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Early diagnosis of males with X-linked adrenoleukodystrophy (X-ALD) is essential for preventing loss of life due to adrenal insufficiency and for timely therapy of the childhood cerebral form of X-ALD with hematopoietic cell transplantation. This article describes X-ALD, the current therapies, the history of the development of the newborn screening test, the approval by the Secretary of Health and Human Services for the addition of X-ALD newborn screening to the recommended uniform panel of disorders screened as newborns (RUSP) and the successful implementation of X-ALD newborn screening in the state of New York beginning on 30 December 2013. Follow-up guidelines that have been established in New York are outlined. Based on the success of newborn screening in New York, and early results in Connecticut, where X-ALD newborn screening started in December 2015, and in California, where X-ALD newborn screening began in September 2016, we are confident and hopeful that X-ALD newborn screening will expand to include all US states and to countries that have established neonatal screening programs. The Minster of Health in the Netherlands has approved the addition of X-ALD to the newborn screening program with a start date expected in 2017. The states, such as Massachusetts, Illinois, Minnesota, New Jersey, Florida and Washington, that have legislative approval will commence screening as soon as budgetary resources, testing and follow-up procedures are in place. Full article
(This article belongs to the Special Issue Newborn Screening-Past, Present and Future)

Review

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Open AccessReview The Further Adventures of Newborn Screening for Biotinidase Deficiency: Where It Is at and What We Still Need to Know
Int. J. Neonatal Screen. 2016, 2(4), 9; doi:10.3390/ijns2040009
Received: 6 August 2016 / Revised: 29 September 2016 / Accepted: 25 October 2016 / Published: 28 October 2016
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Abstract
Biotinidase deficiency is an inherited metabolic disorder that, if untreated, can result in neurological and cutaneous symptoms. If treated with the vitamin biotin, individuals with the disorder can markedly improve, but still may have some irreversible problems if therapy is delayed. If treated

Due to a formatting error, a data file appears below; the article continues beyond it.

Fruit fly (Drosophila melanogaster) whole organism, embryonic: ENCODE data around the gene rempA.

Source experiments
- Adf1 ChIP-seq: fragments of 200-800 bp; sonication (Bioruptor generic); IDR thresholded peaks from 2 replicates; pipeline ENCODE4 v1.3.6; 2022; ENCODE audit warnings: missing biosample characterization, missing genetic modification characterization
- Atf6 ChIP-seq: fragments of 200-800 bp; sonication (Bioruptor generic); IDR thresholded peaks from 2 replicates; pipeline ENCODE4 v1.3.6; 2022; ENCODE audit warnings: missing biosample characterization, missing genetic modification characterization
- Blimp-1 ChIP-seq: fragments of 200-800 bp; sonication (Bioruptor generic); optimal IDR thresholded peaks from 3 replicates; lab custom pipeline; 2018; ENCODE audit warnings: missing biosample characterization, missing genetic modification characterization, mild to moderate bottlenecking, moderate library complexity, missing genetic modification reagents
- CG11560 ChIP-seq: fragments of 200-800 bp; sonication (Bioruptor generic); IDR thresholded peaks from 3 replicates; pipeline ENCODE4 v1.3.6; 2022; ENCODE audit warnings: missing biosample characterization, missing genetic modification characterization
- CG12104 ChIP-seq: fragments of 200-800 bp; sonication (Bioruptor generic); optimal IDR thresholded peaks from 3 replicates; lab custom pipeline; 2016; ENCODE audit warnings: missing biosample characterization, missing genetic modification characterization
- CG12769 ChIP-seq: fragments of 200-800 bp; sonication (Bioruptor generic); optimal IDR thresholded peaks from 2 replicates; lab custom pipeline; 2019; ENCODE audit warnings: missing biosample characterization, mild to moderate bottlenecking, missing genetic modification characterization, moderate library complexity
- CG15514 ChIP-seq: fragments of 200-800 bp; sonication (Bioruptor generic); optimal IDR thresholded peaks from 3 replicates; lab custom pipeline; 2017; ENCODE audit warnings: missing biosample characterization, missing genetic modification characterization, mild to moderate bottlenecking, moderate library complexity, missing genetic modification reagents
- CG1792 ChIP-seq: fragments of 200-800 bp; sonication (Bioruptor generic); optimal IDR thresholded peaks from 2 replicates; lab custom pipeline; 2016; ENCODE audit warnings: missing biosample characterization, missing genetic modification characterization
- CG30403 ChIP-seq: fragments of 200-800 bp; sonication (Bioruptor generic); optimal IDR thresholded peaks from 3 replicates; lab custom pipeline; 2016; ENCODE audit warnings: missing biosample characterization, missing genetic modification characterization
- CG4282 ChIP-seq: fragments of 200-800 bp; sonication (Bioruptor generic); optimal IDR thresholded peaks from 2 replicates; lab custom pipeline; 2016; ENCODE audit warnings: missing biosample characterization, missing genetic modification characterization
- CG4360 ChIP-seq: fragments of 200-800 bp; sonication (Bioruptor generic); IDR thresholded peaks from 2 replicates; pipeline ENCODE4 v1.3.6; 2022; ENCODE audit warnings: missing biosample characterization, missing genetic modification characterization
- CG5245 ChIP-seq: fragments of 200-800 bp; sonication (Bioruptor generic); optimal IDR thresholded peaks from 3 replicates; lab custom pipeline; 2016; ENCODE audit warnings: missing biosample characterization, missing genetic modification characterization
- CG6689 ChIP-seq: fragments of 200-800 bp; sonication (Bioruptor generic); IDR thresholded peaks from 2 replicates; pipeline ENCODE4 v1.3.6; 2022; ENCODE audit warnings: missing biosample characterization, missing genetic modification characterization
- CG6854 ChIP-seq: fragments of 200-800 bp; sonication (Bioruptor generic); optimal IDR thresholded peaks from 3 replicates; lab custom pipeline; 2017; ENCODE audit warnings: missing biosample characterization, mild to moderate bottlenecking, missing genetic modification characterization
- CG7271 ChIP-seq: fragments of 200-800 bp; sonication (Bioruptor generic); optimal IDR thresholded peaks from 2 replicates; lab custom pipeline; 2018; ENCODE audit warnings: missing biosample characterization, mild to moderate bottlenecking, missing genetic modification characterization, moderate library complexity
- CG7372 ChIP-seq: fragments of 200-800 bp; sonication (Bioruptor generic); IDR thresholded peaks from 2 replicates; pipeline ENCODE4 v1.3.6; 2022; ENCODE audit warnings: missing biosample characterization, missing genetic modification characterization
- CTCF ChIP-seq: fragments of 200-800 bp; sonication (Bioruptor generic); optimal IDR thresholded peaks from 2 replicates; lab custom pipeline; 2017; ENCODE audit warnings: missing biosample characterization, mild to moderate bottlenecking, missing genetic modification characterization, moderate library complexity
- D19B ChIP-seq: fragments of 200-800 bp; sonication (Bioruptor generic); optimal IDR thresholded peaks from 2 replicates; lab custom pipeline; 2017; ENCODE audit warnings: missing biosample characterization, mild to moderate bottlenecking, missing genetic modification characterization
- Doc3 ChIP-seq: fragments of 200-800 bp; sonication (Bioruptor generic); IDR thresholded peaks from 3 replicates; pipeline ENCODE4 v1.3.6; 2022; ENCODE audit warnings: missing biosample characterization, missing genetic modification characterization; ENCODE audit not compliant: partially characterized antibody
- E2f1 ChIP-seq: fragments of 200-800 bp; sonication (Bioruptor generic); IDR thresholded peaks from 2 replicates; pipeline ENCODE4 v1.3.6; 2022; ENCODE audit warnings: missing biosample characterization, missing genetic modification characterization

[...] Read more.
Biotinidase deficiency is an inherited metabolic disorder that, if untreated, can result in neurological and cutaneous symptoms. If treated with the vitamin biotin, individuals with the disorder can markedly improve, but still may have some irreversible problems if therapy is delayed. If treated at birth, biotin therapy can prevent the development of symptoms as indicated by long-term outcomes. Therefore, the disorder readily meets the major criteria for newborn screening. Our laboratory has been instrumental in developing, piloting and establishing newborn screening for the disorder in the United States and in many countries. This review discusses some of the “behind-the-scenes” aspects of how we spread the word about the disorder and what we learned from over 30 years of newborn screening. We also discuss some of the controversies and issues about biotinidase deficiency that remain to be addressed. Based on the successful outcomes of older adolescents and adults with profound biotinidase deficiency identified by newborn screening, this is one of the best, if not the best, disorder for which to perform newborn screening. In summary, “If an individual has to have an inherited metabolic disorder, biotinidase deficiency is the one to have.” Full article
(This article belongs to the Special Issue Newborn Screening-Past, Present and Future)
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Other

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Open AccessCase Report Brain Biomarkers of Long-Term Outcome of Neonatal Onset Urea Cycle Disorder
Int. J. Neonatal Screen. 2016, 2(4), 10; doi:10.3390/ijns2040010
Received: 11 July 2016 / Accepted: 12 October 2016 / Published: 15 November 2016
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Abstract